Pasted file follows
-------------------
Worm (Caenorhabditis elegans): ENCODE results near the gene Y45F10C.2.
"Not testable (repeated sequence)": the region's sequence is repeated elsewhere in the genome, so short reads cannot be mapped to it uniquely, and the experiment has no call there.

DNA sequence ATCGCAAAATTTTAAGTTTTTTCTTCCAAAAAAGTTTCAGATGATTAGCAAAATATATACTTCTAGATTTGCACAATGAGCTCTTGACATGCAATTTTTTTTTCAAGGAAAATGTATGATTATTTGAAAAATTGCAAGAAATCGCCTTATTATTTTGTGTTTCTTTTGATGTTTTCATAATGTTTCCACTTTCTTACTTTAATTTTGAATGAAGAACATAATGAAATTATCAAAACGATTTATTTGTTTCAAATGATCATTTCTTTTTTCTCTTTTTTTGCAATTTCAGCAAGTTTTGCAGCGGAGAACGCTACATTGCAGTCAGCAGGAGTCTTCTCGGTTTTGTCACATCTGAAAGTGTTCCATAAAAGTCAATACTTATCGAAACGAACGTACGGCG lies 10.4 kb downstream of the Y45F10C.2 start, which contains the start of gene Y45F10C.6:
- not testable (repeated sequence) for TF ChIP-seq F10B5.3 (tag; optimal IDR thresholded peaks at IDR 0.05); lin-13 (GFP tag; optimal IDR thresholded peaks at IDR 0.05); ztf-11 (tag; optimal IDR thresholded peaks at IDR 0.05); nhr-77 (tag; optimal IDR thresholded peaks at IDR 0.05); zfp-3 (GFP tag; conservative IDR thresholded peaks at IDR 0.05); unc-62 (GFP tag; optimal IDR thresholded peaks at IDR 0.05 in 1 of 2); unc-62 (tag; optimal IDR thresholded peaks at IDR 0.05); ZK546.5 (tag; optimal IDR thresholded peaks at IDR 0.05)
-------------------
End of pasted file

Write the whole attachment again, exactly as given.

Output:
Worm (Caenorhabditis elegans): ENCODE results near the gene Y45F10C.2.
"Not testable (repeated sequence)": the region's sequence is repeated elsewhere in the genome, so short reads cannot be mapped to it uniquely, and the experiment has no call there.

DNA sequence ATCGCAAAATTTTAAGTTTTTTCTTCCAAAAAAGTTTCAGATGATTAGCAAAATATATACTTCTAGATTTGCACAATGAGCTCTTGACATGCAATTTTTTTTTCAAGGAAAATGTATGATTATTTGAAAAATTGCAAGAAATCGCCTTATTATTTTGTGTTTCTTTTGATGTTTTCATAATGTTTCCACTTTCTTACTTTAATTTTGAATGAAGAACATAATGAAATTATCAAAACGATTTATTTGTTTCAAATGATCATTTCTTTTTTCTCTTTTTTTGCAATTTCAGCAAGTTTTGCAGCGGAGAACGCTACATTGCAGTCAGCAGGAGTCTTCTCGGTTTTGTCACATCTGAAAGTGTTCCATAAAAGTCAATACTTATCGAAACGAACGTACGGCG lies 10.4 kb downstream of the Y45F10C.2 start, which contains the start of gene Y45F10C.6:
- not testable (repeated sequence) for TF ChIP-seq F10B5.3 (tag; optimal IDR thresholded peaks at IDR 0.05); lin-13 (GFP tag; optimal IDR thresholded peaks at IDR 0.05); ztf-11 (tag; optimal IDR thresholded peaks at IDR 0.05); nhr-77 (tag; optimal IDR thresholded peaks at IDR 0.05); zfp-3 (GFP tag; conservative IDR thresholded peaks at IDR 0.05); unc-62 (GFP tag; optimal IDR thresholded peaks at IDR 0.05 in 1 of 2); unc-62 (tag; optimal IDR thresholded peaks at IDR 0.05); ZK546.5 (tag; optimal IDR thresholded peaks at IDR 0.05)